I accomplished a lot of bucket list items over break – climbing to see the sunrise on the desert mountain fortress of Masada where almost one thousand Jewish rebels committed mass suicide rather than be taken by the Roman army, floating effortlessly on the buoyant salty water of the Dead Sea, and seeing the sun rise over the Sea of Galilee and set over the Mediterranean in the same day.  Most importantly, though, I had a lot of time for reflection, and when new thoughts to ponder came my way I was able to soak them in, trying to expand my understanding of what it really means to live in Israel.

Sunrise over Masada

Standing on Masada

Sunrise over Sea of Galilee

Mud bath at Dead Sea

Tel Aviv Without a Plan

March 30, 2012

So far this semester, I have only been to Tel Aviv once, only for a weekend.  Many of the international students have gone several times to experience Tel Aviv’s vibrant night life, but that aspect of the city doesn’t have that much appeal to me.  So I hadn’t been aching to go, but when my friend Eva asked if I wanted to join her, I didn’t refuse.

A little background on Eva:  She was born in Hong Kong, lived part of her life in Texas, returned to Hong Kong, and now goes to college in the States.  Last semester, she did a Semester at Sea program, where she lived on a ship that traveled literally all the way around the world.  So, needless to say, she is a seasoned traveler. We chose a hostel with no problem, and planned our bus and train times for the trip. When we arrived in Tel Aviv on Thursday, we spent the day hanging out and touring Old Yafo with a couple other international students who were there for the day.  When we woke up Friday morning, I expected to carefully plan our day so that we would be able to visit all the museums and such that would be closed on Saturday.  So I started making suggestions of possible plans.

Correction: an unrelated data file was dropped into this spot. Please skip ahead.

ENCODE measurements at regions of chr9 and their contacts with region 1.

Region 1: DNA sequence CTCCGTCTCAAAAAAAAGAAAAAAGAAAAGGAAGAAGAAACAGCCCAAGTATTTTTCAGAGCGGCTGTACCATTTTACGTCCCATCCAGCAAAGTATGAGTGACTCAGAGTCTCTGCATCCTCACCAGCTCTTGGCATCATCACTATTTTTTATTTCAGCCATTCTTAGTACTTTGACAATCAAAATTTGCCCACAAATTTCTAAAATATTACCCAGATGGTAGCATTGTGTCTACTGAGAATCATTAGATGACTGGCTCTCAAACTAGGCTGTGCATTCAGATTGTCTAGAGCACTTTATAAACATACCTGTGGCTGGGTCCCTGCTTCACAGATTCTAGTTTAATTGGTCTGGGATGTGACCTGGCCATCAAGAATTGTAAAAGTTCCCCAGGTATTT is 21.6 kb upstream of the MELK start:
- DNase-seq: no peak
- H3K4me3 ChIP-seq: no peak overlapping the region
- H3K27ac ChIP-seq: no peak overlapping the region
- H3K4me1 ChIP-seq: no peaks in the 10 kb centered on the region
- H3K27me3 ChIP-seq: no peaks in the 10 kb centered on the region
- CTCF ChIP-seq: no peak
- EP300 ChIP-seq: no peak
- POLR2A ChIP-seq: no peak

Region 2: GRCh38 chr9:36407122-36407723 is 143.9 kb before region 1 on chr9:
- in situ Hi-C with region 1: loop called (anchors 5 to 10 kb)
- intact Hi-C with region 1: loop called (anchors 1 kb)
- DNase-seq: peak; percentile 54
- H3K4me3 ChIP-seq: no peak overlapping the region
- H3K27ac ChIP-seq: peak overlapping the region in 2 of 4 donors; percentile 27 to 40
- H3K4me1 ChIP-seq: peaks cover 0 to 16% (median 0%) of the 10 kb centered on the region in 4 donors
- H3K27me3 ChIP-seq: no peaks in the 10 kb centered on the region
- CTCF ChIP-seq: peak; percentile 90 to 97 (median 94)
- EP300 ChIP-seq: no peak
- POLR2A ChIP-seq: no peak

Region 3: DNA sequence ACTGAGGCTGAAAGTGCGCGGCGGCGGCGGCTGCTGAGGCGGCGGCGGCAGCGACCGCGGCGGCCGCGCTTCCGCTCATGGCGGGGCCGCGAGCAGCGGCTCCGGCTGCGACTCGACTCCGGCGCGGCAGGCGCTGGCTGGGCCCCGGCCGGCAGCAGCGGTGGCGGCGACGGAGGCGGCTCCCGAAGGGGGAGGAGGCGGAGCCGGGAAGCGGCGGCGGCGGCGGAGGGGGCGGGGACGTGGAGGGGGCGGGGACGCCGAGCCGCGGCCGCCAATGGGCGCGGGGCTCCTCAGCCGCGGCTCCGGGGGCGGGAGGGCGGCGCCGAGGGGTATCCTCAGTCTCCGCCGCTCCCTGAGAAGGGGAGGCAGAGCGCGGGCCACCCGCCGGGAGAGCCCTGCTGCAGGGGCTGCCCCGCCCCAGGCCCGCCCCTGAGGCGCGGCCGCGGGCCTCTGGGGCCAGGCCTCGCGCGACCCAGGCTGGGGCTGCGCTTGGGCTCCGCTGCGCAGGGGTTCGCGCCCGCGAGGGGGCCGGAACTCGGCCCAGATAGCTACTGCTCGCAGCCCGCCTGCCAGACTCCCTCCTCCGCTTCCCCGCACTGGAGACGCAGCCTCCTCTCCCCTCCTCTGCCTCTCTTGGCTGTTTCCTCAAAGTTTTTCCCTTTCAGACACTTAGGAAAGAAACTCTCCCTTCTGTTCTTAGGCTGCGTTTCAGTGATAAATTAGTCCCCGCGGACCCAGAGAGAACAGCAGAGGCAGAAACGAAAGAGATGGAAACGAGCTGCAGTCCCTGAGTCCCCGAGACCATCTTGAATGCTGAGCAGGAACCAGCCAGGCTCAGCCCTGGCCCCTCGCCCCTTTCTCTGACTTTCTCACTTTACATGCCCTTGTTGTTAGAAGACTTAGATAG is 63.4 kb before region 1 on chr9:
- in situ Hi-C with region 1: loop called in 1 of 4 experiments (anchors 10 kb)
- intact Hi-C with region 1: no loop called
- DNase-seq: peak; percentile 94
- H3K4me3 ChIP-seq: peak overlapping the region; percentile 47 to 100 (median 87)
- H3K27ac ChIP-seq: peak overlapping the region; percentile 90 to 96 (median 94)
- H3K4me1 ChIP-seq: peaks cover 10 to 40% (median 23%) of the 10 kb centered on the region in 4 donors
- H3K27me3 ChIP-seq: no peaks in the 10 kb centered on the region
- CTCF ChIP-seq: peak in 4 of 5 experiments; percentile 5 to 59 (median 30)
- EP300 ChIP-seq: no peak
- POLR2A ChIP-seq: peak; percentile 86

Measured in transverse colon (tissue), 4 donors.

Me: “So, what do you think of checking out this Bible Museum, or going to the Art Museum to find the street festival the lady at the tourist counter mentioned yesterday?”

Eva: “Meh.  We’ll see what happens.”

Taken aback, I tried a couple more times to suggest plans, but each time, she refused to discuss them with me.  I was rather frustrated.  So we set out walking, really in no particular direction at all.  I wasn’t sure how to handle it at first, and the controlling side of me was rebelling at the thought of aimlessly wandering the city with no plan or goal in mind.  Finally I made up my mind to try my best to forget about a plan, and just go with the flow.  I guess really that was my only option anyway, as Eva had pretty much taken control of the situation.

So we continued wandering, and entirely by accident, we bumped into this really neat crafts market, with some really amazing handcrafted items made by the vendors.  There was a lady who made baskets with rolled up, painted newspaper, there were painters, jewelry makers, you name it.  It was really fun, and we ended up spending a couple hours just wandering around.  Eva also was determined to practice her basic phrases of Hebrew with every shop owner that would give her the time of day, and hilarity ensued.

After the market and a stop for some freshly made carrot juice, we continued our wandering and ended up at the beach, where we ended up hanging out and playing a strange form of tableless beach ping pong that is really popular on the Tel Aviv beach.  Then we explored a little more and met a couple friends for dinner that we had run into the day before.